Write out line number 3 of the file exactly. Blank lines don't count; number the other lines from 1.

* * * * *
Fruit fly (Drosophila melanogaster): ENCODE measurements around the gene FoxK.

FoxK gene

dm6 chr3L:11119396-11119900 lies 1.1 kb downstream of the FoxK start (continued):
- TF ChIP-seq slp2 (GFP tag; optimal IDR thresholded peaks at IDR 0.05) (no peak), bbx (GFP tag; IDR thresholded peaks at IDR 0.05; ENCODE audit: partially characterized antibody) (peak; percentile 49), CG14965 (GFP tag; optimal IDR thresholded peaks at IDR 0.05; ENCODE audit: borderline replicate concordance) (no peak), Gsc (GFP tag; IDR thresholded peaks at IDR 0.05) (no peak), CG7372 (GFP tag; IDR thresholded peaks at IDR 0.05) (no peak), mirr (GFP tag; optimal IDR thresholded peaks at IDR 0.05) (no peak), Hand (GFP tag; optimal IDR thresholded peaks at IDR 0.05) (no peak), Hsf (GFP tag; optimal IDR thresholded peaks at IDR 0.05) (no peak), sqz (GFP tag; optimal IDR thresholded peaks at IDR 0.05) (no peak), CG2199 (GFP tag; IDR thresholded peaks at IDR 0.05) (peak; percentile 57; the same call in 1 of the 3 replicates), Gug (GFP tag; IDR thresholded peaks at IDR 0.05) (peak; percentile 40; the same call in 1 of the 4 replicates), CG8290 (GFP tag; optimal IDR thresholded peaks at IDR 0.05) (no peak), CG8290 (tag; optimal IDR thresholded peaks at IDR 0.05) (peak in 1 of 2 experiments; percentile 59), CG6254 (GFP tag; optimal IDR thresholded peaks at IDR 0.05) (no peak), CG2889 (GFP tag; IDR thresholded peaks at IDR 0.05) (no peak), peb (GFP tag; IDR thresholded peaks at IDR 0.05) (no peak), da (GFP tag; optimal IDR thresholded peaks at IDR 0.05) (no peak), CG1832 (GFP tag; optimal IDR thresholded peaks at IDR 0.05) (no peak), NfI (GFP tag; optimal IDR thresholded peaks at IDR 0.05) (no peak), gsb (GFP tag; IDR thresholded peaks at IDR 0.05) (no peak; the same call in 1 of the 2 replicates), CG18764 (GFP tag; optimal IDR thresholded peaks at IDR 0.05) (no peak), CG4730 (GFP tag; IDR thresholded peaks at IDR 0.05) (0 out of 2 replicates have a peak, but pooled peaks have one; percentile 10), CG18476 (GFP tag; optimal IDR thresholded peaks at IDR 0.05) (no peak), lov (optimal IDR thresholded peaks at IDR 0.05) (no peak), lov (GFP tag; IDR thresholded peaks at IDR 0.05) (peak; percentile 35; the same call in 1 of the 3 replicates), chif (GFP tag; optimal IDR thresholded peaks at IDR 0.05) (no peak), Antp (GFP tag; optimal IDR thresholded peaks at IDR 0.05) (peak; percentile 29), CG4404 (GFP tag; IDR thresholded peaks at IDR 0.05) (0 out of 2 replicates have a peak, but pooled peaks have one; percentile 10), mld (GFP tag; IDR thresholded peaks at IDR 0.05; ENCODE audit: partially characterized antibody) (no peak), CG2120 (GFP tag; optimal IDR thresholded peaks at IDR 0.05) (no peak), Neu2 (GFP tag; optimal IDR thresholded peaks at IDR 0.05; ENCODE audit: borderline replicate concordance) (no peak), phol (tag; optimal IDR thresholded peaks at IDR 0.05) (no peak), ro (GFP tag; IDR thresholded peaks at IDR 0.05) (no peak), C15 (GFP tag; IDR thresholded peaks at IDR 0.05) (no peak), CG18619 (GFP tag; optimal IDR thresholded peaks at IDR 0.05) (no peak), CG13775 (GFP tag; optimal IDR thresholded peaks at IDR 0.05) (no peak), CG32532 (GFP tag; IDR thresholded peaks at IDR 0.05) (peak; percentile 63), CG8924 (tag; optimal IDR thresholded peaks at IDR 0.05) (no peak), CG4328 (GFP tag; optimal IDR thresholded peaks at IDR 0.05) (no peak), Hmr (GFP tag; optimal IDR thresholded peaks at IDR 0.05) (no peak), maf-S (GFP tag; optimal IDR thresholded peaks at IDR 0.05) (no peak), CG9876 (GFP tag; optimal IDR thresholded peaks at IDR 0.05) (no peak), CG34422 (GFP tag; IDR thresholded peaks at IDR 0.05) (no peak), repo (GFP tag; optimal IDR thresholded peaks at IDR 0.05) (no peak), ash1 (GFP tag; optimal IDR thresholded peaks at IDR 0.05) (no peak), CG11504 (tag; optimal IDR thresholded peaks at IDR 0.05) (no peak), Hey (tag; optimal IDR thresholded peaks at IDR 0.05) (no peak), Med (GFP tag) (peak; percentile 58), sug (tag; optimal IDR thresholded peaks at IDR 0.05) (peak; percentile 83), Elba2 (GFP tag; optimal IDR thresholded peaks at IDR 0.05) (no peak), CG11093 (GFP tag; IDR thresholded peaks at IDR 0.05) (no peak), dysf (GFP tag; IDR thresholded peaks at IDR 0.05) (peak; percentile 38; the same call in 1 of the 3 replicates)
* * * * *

dm6 chr3L:11119396-11119900 lies 1.1 kb downstream of the FoxK start (continued):